Getting it wrong 07 August 2013

When two companies issue statements in as many weeks suggesting that engineers and managers are missing the point on appropriate plant choices, it's time to take notice. Brian Tinham reports

Two large and well respected manufacturers went on record last month, advising that engineers and their procurement teams are missing some important tricks. They addressed entirely different technologies –controls giant ABB spoke out on variable speed drives (VSDs) and motors, while rotary vane plant manufacturer Mattei picked compressors – but both outbursts suggest that a little knowledge is, if not a dangerous, certainly a worrying thing.

ABB first, and its contention is that British factories are looking in the wrong place for energy savings – by focusing on lighting, rather than the much bigger deal of power-hungry electric motors. Citing this year's energy report by our sister publication Works Management, John Guthrie, energy manager for ABB's drives and controls business, points to the finding that 70% of manufacturers intend to make savings by switching off lights, with 67% buying more energy-efficient lighting.

"Reducing lighting costs is always worthwhile, but the real savings are achieved by reducing energy within manufacturing processes," insists Guthrie. "Most companies can save thousands of pounds worth of electricity, and some can save hundreds of thousands, by upgrading existing industrial processes, often at comparatively low cost."

He's referring to pumps, fans and compressors, driven by older electric motors, which, according to WM's survey, account for some 65% of all electricity used throughout industry. Guthrie draws our attention to the tiny minority – an estimated 10% – of these plant items that currently have an efficient method of speed control that matches motor speed with process demand.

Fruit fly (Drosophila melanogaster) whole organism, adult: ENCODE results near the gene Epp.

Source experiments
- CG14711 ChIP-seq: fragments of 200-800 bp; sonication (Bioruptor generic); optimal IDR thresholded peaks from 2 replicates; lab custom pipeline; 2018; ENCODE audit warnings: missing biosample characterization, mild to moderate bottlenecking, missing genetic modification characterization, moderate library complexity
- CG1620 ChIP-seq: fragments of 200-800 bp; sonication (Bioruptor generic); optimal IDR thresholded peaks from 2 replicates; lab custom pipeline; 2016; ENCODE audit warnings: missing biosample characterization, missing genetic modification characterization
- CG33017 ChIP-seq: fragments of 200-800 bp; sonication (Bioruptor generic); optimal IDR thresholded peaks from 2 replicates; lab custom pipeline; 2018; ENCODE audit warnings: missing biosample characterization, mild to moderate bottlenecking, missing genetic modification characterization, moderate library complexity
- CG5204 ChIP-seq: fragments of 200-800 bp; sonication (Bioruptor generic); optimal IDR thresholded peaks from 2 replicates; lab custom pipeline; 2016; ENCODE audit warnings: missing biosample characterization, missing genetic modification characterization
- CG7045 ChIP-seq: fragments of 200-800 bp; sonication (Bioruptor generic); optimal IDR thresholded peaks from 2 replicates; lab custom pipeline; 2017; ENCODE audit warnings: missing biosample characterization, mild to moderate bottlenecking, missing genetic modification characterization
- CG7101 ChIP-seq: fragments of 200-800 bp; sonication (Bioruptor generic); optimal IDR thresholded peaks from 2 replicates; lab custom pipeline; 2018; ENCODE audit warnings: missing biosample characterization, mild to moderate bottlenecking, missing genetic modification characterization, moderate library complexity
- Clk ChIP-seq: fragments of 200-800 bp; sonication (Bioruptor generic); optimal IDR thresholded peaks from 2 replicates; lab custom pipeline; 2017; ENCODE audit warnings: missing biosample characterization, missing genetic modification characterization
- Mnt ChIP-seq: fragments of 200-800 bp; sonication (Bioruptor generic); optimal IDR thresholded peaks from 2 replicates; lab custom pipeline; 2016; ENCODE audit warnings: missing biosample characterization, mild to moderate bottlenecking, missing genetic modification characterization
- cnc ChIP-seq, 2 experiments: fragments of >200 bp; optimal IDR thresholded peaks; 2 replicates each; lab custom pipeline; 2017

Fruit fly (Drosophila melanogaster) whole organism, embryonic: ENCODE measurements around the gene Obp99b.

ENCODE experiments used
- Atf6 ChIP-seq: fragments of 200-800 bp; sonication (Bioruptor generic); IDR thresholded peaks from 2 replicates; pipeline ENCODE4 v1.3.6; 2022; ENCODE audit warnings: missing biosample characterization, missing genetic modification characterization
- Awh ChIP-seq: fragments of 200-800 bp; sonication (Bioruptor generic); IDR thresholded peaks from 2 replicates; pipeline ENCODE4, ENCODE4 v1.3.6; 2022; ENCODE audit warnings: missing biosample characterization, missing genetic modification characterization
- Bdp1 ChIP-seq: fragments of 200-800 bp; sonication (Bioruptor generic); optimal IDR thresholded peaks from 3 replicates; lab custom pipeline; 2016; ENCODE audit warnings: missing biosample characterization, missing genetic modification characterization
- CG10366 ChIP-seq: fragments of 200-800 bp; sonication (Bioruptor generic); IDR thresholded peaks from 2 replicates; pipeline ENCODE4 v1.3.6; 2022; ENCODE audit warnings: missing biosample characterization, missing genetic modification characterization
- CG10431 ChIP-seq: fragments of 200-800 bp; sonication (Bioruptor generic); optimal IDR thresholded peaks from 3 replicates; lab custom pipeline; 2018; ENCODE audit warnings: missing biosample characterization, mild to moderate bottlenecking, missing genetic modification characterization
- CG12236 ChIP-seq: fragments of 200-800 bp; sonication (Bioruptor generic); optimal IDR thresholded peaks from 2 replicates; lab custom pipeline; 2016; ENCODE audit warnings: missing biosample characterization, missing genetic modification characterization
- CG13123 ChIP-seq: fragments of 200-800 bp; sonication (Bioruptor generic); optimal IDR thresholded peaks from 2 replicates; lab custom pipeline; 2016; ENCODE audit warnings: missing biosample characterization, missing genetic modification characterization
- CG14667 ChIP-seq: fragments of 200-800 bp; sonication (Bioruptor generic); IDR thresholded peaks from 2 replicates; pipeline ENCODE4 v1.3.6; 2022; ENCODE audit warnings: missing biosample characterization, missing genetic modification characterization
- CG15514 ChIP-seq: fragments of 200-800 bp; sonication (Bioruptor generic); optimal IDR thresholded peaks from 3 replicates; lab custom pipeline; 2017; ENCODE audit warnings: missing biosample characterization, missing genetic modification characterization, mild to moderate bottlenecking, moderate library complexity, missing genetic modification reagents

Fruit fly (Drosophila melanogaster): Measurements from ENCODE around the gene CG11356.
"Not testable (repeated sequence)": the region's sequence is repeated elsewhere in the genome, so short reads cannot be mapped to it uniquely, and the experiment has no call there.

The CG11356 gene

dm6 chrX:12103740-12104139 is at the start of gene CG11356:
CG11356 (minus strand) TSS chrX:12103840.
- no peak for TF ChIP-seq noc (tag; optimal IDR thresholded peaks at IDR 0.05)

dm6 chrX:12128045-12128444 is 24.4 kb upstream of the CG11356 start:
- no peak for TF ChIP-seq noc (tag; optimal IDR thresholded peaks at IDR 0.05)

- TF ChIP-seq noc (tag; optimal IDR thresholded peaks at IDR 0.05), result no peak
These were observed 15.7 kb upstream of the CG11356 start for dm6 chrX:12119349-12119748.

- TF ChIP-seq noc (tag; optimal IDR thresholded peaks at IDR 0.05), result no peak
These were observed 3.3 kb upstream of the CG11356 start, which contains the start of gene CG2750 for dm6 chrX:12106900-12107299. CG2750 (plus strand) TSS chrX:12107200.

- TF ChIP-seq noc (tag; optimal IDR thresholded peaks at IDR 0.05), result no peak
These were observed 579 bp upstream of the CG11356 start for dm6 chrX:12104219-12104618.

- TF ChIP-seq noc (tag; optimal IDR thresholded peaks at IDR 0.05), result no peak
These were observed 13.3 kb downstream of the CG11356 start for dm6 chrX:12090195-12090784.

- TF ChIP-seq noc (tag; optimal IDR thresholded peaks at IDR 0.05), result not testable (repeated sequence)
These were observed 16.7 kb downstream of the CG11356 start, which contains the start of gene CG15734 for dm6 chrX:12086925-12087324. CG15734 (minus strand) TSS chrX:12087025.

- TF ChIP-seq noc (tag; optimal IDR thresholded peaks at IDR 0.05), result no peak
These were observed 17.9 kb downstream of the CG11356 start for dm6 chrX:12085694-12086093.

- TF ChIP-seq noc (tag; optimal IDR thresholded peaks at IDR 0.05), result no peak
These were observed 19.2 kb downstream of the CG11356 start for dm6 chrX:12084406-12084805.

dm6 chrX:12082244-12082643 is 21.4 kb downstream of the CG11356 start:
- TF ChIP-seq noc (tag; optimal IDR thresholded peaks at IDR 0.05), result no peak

Considering implementing VSDs but also efficient motors – soon to be further mandated under phase two of the Eco Design Directive 2005/32/EC, which will cover virtually all 7.5—375kW units (Plant Engineer, May/June 2013, page XX) – would be the counsel of the wise, if your're serious about energy saving. As Guthrie says: "The potential is staggering. Realising these savings could also help to substantially reduce CO2 emissions."

Compressor concerns
Turning to Mattei, its concern is that those purchasing air compressors may be wasting money both in terms of lifetime energy consumption and purchase price. How? Mostly, it's due to over-egging the specification by including the terms 'oil-free' and/or 'Class 0' on tender documents.

Mattei general manager Andy Jones explains that the ISO8573-1:2010 standard, which details air quality, contaminant quantities etc, is widely misunderstood. "The Class 1 standard for oil, which states that in each cubic metre of compressed air there should be no more than 0.01mg of oil, is suitable for critical applications, such as breathing, medical and food. However, there is also a more stringent Class 0. But, despite its name, this does not equal zero contamination."

In fact, when used in isolation, the term Class 0 is meaningless. And the phrase 'oil-free' relates merely to a type of compressor, rather than a class of air. "It's vital for specifiers to consider whether Class 1 or Class 0 air is really required – and whether it is needed for the entire system or just part of it," advises Jones. "Because the more stringent the purity, the more costly it is to achieve, especially if the oil-free compressor route is taken," he explains.

"Oil-free compressors are more expensive than oil-lubricated equivalents, in terms of capital outlay and maintenance, as well as the energy they use. In fact we'd suggest oil-lubricated compressors are 10—15% more energy efficient than oil-free machines," he continues.

"Also, since oil-free compressors don't use any lubricating oil in the compression chamber, many end users assume they will provide oil-free, Class 0 air. However, this is not the case either. For an oil-free compressor to ensure Class 1 or Class 0 purity, downstream filtration will still be required."

Jones insists that users need to understand that, providing there is an adequate level of filtration, an oil-lubricated compressor can deliver high standards of air purity for most applications. "Modern oil removing devices can reach exceptional levels of performance... In fact, they are capable of making compressed air 400 times cleaner than the air we breathe," he states.

Brian Tinham

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